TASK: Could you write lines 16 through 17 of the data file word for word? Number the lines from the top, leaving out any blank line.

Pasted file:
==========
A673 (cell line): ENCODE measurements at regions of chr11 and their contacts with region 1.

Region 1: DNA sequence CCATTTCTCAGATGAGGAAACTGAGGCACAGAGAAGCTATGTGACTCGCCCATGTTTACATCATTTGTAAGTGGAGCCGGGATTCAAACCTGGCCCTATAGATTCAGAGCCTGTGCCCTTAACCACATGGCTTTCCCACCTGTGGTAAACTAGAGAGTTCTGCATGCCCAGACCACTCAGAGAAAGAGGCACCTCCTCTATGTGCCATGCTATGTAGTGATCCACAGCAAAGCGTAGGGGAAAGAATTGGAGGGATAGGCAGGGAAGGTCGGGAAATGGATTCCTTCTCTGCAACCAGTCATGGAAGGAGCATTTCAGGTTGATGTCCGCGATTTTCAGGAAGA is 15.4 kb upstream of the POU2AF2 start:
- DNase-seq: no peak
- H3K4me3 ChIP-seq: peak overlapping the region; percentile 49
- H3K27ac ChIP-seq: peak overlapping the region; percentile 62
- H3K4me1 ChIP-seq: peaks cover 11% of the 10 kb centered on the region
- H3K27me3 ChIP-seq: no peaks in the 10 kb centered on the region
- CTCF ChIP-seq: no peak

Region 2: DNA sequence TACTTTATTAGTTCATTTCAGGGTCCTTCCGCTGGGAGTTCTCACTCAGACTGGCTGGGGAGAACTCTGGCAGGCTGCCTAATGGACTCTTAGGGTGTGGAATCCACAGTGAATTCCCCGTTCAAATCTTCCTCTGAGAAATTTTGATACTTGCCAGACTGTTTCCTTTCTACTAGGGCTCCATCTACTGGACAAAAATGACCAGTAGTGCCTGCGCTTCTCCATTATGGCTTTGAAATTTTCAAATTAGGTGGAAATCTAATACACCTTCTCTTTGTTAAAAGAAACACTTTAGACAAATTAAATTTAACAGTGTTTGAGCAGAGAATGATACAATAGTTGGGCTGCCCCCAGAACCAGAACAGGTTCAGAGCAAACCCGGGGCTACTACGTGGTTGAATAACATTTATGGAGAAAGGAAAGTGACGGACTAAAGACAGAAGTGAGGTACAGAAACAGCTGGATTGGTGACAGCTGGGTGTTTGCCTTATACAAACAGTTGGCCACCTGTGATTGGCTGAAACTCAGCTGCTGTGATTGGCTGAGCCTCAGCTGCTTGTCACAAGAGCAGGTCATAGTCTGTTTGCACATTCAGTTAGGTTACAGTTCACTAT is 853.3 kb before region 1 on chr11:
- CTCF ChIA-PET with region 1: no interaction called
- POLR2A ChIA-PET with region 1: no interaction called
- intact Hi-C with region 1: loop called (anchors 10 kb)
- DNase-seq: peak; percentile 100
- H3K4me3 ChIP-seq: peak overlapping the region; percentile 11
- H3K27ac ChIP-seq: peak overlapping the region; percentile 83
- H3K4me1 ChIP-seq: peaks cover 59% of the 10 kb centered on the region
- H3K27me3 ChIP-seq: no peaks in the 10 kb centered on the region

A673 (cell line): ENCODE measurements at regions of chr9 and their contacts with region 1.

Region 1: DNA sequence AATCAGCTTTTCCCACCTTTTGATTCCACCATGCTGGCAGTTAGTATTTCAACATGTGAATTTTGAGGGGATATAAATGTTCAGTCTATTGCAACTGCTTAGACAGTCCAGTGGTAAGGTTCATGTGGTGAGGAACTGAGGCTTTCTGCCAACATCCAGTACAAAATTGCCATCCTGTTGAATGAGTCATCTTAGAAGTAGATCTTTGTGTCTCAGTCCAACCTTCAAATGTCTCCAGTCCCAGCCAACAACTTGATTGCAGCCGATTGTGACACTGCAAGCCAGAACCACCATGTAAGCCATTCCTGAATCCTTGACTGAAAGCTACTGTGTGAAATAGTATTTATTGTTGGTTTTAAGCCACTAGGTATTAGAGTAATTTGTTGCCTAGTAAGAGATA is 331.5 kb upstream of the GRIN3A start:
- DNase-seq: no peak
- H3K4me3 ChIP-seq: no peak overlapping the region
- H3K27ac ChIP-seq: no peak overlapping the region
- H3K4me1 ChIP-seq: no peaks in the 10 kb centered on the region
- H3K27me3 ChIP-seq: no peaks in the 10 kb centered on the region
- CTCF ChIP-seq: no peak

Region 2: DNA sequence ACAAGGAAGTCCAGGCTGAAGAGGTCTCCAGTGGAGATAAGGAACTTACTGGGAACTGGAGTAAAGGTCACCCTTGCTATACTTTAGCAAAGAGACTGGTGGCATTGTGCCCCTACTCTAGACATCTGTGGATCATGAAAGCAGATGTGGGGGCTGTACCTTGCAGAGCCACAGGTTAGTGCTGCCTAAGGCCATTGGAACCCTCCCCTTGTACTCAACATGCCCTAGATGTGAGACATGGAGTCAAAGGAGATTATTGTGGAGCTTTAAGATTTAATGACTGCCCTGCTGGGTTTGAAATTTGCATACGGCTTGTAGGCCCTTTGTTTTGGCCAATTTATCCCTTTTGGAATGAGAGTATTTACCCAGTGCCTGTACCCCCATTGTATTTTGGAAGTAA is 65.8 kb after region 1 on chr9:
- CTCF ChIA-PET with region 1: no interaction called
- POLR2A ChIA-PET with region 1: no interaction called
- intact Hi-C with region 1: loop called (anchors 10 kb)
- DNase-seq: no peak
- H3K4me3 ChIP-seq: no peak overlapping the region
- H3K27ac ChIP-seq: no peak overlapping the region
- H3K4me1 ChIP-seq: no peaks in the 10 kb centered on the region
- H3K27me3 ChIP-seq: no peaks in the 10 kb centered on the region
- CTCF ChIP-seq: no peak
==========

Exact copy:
- H3K4me1 ChIP-seq: peaks cover 59% of the 10 kb centered on the region
- H3K27me3 ChIP-seq: no peaks in the 10 kb centered on the region